The second, thoroughly revised and expanded, edition of The SAGE Handbook of Visual Research Methods presents a wide-ranging exploration and overview of the field today. As in its first edition, the Handbook does not aim to present a consistent view or voice, but rather to exemplify diversity and contradictions in perspectives and techniques. The selection of chapters from the first edition have been fully updated to reflect current developments. New chapters to the second edition cover key topics including picture-sorting techniques, creative methods using artefacts, visual framing analysis, therapeutic uses of images, and various emerging digital technologies and online practices. At the core of all contributions are theoretical and methodological debates about the meanings and study of the visual, presented in vibrant accounts of research design, analytical techniques, fieldwork encounters and data presentation. This handbook presents a unique survey of the discipline that will be essential reading for scholars and students across the social and behavioural sciences, arts and humanities, and far beyond these disciplinary boundaries. The Handbook is organized into seven main sections: PART 1: FRAMING THE FIELD OF VISUAL RESEARCH; PART 2: VISUAL AND SPATIAL DATA PRODUCTION METHODS AND TECHNOLOGIES; PART 3: PARTICIPATORY AND SUBJECT-CENTERED APPROACHES; PART 4: ANALYTICAL FRAMEWORKS AND PERSPECTIVES; PART 5: MULTIMODAL AND MULTISENSORIAL RESEARCH; PART 6: RESEARCHING ONLINE PRACTICES; and PART 7: COMMUNICATING THE VISUAL: FORMATS AND CONCERNS.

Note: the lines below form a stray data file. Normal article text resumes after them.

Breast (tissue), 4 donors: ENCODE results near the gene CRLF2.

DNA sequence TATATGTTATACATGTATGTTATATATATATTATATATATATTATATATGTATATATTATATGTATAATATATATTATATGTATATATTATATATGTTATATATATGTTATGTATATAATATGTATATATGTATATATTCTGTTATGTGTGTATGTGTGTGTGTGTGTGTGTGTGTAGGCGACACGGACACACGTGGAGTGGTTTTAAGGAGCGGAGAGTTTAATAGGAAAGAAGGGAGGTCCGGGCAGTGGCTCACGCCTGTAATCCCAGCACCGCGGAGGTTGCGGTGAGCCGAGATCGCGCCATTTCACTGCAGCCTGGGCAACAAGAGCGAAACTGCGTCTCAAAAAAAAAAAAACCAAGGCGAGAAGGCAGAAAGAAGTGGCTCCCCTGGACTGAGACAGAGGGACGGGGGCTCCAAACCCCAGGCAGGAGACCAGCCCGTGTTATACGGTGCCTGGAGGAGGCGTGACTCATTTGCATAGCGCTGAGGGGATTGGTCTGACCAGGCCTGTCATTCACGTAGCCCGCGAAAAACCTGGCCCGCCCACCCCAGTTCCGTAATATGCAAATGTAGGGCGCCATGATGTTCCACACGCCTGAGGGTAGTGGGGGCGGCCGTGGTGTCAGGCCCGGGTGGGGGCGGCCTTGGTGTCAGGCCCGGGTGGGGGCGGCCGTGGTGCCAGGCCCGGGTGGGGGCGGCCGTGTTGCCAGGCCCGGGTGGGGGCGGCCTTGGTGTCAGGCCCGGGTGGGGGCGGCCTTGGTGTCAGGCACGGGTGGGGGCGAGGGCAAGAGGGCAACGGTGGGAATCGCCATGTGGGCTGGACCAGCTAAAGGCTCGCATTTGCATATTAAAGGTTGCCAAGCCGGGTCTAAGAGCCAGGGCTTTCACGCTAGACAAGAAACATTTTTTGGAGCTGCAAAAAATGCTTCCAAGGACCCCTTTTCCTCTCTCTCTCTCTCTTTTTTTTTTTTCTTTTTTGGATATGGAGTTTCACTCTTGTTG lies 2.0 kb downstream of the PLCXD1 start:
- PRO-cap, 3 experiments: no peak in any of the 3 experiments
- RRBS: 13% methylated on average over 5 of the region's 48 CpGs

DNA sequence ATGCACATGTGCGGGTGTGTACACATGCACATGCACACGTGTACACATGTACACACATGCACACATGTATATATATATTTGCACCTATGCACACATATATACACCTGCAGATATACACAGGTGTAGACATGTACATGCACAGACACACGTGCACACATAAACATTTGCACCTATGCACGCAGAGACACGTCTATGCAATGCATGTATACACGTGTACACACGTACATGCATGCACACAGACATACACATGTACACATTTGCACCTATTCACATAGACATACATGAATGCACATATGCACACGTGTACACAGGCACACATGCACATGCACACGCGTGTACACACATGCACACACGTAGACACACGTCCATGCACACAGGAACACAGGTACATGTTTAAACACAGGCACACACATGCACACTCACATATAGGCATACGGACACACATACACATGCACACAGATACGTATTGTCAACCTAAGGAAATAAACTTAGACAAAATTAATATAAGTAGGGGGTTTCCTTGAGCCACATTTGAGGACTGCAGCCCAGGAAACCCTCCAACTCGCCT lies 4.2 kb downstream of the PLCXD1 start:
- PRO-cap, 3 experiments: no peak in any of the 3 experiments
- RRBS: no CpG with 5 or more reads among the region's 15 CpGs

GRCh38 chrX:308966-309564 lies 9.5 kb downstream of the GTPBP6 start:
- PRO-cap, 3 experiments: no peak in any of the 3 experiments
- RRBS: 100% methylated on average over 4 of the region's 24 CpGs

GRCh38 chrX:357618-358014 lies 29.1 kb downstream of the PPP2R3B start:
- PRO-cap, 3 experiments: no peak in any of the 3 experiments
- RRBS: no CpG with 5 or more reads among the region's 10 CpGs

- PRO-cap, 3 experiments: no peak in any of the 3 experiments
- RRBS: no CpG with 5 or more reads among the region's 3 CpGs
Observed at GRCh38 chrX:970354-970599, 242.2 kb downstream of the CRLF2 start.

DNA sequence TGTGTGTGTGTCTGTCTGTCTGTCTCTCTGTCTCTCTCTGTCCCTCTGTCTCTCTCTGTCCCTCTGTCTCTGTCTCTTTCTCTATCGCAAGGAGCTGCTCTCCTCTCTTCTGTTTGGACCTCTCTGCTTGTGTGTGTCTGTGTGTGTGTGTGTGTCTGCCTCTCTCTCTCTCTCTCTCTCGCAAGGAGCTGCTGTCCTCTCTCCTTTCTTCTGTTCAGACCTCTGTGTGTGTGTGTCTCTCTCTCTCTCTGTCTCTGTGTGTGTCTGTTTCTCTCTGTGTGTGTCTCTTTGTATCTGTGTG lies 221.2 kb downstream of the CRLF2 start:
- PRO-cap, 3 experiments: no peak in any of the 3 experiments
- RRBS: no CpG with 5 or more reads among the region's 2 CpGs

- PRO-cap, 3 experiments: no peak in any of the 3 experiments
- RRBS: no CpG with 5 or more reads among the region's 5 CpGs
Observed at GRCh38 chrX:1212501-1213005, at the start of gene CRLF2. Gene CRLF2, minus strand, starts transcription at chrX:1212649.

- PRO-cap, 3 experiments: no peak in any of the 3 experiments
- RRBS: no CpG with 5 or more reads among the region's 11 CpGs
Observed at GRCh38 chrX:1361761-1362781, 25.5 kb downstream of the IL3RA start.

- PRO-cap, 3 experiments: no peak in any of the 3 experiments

Chapter 12: Visualization in Social Analysis1
Visualization in Social Analysis1
Howard Wainer, in Picturing the Uncertain World, uses Figure 12.1, ‘Confidence in Institutions', to illustrate a fine point of graph design. The chart, which appeared in the New York Times, nicely resolves the problem of the ‘distracting legend':
In 1973 Jacques Bertin, the maître de graphique moderne, explained that when one produces a graph it is best to label each of the elements in the graph directly. He proposed this as the preferred alternative to appending some sort of legend that defines each element. His point was that when the two are connected you can comprehend the graph in a single moment of perception as opposed to having first to look at ...